Well the wait is almost over, and I don’t mean either the end of the World Cup or the completion of this series of blogs. On the contrary, what with this being the last Sunday of Advent, it won’t be long before the last doors will be opened on a million ‘Sleeps ‘till Santa’ calendars. The choice this year has been huge. Believe it or not, today you could be opening drawers or pulling back cardboard squares to reveal nail varnish, Play-doh, or the components to build an FM radio. My favourite though has to be the ‘Drinks by the Dram’ Calendar, sold on Amazon for six shillings short of £10,500. Who wouldn’t want to start the day with a 60 year old Glenfarclas to accompany their Coco Pops? But don’t worry if you’re a traditionalist, there have still been plenty of calendars out there that retain the true meaning of the holiday season and counting down the days with chocolate impressions of characters from Star Wars has remained an option. There’s no doubt about it, it’s beginning to look a lot like Winterval.
As the year draws to an end it’s inevitable perhaps that one looks back at what that year has brought. Without doubt it’s not just been me, my friends, colleagues, and patients who have known sadness and difficulty these past twelve months. For many the suffering continues still. But, regardless of whether or not it’s a bad time for you right now, I’d like to wish you all, as I do a very Merry Christmas.
Today is the fourth Sunday in Advent and depending on which order you take these things, for some the focus is joy. When life is characterised by sorrow and despair, however, the forced jollity of Christmas is frequently unwelcome and few of us are up for a party in such circumstances, regardless of how many amusing Christmas jumpers are on display. It has been suggested by some that we should no longer wish others a ‘Merry Christmas’ since to do so risks being insensitive to those who are experiencing difficult times. But to suggest as much is to misunderstand Christmas, to consider it nothing more than an excuse for overindulgence as we try to deny the vicissitudes of life.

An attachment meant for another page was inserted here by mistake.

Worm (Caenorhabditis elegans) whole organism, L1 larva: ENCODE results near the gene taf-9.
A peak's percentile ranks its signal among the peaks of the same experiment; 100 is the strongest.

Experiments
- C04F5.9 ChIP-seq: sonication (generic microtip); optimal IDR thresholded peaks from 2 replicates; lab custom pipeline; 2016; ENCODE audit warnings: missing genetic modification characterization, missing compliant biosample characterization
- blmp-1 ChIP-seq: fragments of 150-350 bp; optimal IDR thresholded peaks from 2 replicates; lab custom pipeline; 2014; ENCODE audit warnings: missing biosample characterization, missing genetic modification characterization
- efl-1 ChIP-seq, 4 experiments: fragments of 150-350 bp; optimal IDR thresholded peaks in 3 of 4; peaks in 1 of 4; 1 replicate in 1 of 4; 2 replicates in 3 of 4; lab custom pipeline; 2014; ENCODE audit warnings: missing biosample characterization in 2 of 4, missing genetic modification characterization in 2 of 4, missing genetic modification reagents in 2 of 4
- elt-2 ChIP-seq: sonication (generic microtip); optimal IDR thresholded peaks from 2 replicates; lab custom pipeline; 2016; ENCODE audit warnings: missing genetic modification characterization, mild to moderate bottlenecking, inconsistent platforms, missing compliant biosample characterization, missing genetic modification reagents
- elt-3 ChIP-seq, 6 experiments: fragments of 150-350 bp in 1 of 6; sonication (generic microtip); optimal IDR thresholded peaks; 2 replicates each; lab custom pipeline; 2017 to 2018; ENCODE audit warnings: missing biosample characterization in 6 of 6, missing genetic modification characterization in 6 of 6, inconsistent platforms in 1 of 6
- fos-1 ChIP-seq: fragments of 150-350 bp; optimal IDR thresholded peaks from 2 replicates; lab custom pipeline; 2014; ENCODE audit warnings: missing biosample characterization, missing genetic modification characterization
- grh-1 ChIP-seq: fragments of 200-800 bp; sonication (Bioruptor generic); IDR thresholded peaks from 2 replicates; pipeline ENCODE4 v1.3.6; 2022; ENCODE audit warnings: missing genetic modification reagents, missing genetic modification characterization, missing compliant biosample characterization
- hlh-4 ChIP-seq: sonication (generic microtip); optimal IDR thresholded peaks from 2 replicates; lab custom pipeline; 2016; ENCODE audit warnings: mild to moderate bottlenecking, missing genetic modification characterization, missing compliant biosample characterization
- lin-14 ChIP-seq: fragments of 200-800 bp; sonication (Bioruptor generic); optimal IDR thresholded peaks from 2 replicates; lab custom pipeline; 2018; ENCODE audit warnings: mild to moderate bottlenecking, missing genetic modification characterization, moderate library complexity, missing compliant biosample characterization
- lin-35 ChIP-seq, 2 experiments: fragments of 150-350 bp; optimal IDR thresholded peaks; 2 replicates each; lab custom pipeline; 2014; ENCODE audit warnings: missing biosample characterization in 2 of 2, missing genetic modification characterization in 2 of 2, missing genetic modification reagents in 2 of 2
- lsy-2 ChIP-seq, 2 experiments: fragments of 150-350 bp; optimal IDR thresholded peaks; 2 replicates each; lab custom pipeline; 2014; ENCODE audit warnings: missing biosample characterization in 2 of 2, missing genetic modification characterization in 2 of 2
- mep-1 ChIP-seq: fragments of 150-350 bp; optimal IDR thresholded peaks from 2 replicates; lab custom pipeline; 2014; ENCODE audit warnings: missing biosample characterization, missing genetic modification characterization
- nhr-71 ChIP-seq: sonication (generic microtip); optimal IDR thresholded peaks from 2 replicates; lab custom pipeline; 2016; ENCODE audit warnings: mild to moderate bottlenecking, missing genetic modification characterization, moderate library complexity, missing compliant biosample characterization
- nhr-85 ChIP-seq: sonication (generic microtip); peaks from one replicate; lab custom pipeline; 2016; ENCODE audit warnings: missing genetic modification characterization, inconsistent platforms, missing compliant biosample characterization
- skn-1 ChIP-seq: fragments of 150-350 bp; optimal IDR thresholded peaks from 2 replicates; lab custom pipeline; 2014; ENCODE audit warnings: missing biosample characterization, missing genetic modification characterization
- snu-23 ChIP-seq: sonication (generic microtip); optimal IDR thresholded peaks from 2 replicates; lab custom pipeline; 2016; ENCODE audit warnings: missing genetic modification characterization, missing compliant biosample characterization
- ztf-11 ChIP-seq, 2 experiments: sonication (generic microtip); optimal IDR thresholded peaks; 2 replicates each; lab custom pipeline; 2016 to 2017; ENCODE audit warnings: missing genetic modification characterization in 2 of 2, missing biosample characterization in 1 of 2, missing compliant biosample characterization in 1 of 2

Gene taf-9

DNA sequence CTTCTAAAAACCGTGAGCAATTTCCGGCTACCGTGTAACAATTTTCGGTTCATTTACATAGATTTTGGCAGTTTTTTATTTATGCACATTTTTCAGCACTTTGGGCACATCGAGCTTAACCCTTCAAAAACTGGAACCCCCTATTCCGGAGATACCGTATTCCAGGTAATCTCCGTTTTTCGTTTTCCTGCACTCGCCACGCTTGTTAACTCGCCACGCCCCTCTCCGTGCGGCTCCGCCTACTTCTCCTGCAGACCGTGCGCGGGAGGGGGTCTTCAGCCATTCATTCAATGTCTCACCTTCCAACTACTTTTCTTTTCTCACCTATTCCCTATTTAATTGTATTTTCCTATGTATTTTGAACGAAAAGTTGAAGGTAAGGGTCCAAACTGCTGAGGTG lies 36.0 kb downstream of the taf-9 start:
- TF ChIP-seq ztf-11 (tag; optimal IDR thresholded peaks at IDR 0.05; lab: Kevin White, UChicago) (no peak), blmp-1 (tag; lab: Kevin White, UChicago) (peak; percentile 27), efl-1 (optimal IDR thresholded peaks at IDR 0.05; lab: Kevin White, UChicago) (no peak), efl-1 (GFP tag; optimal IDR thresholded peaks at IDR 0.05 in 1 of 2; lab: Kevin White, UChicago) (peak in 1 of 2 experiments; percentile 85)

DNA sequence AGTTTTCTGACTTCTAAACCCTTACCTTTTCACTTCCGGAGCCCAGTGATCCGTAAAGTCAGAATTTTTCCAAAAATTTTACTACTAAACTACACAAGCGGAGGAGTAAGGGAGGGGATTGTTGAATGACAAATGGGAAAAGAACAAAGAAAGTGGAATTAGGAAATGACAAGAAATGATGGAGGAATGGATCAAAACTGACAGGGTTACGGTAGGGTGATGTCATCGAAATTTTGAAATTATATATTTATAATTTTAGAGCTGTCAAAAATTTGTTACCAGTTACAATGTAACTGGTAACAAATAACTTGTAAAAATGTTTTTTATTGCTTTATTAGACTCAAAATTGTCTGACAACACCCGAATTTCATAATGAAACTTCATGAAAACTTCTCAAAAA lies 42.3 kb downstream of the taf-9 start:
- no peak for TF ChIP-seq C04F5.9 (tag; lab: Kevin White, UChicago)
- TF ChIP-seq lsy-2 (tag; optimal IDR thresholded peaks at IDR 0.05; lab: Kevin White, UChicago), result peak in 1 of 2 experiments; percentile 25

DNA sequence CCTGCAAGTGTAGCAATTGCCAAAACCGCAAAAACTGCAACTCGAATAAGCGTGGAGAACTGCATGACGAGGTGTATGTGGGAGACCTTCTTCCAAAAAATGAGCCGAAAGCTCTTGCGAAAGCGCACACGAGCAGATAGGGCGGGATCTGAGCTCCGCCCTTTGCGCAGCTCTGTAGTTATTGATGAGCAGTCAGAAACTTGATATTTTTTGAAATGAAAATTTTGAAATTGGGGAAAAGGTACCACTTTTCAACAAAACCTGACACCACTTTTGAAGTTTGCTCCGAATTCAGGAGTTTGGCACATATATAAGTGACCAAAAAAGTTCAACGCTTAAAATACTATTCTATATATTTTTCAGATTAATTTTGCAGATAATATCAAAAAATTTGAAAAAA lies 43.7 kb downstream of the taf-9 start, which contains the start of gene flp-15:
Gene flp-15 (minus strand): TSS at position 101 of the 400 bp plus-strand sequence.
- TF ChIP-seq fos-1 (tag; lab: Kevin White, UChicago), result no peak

One of my favourite carols is ‘God rest ye merry, gentleman’ – note the position of the comma. For many years I misunderstood this carol, imagining that the words were expressing the hope that God would give a bunch of already merry gentlemen a well earned rest! This is not the point at all, as the position of the comma makes clear. Whilst rest would undoubtedly be welcome, what is being hoped for here is not that God would organise a couple of days off work for these men of gentle disposition but as yet undisclosed happiness, but rather that he would render them merry.
Whether you are a person of faith or not, and regardless of what that faith might look like, my wish for you is that you will rest merry this Christmas, that you will know some happiness this coming week, even if it has to be experienced alongside enduring sadness.
For many though, Christmas is just too busy to be enjoyable. Some of us, perhaps, long for the Christmases of our childhood, fondly remembered as magical times when we believed in a red suited figure who insisted on bestowing upon us one kindness after another without us doing anything whatsoever to deserve it. Now though, as adults, we have lost sight of any transcendence that Christmas once held and, rather than resting in the generosity of one greater than ourselves, find ourselves burdened with a list of a thousand things we must do if we are to be deemed acceptable celebrants of what a consumerist society has made of Christmas.
Wouldn’t it be lovely if we could experience Christmas, indeed experience life as a whole, as we did when we were little, with that childlike faith that someone other than ourselves would be kind to us and see to it that everything worked out just fine in the end.
Perhaps that sounds like heaven, something that appears too good to be true, especially at a time when, as well as our own personal problems the world too has seen seemingly insurmountable difficulty too, more than enough to understand why some see little cause for merriment this Christmas.
Of course it can be tempting to try to distance ourselves from all the pain, and hold on to the lie that it couldn’t happen to us – until of course it does. For many it already has. In the week before Christmas, do we simply pay lip service to how dreadful it all is before pushing it all to the back of our mind, and continuing on our merry way – unchanged, unmoved, unaffected. After all – what’s suffering got to do with Christmas?
And therein lies the problem with Christmas, or rather the problem with the Christmas that we have created. As with life, we struggle to conceive that the realities of hate, pain and suffering sit alongside those of love, joy and peace, that these things, to a greater or lesser extent, are present in all our lives, present indeed, even in ourselves. We have marginalised the horror of the Christmas story, preferring the sanitised version that fits better with our over optimistic outlook on life and the over optimistic view we have of who we really are. ‘It’s all good’ we try to tell ourselves but the truth is rather different – we exist in a world of good and evil.
Life can be filled with overwhelming joy.
And yet, life can be hard, very hard. For some, impossibly hard.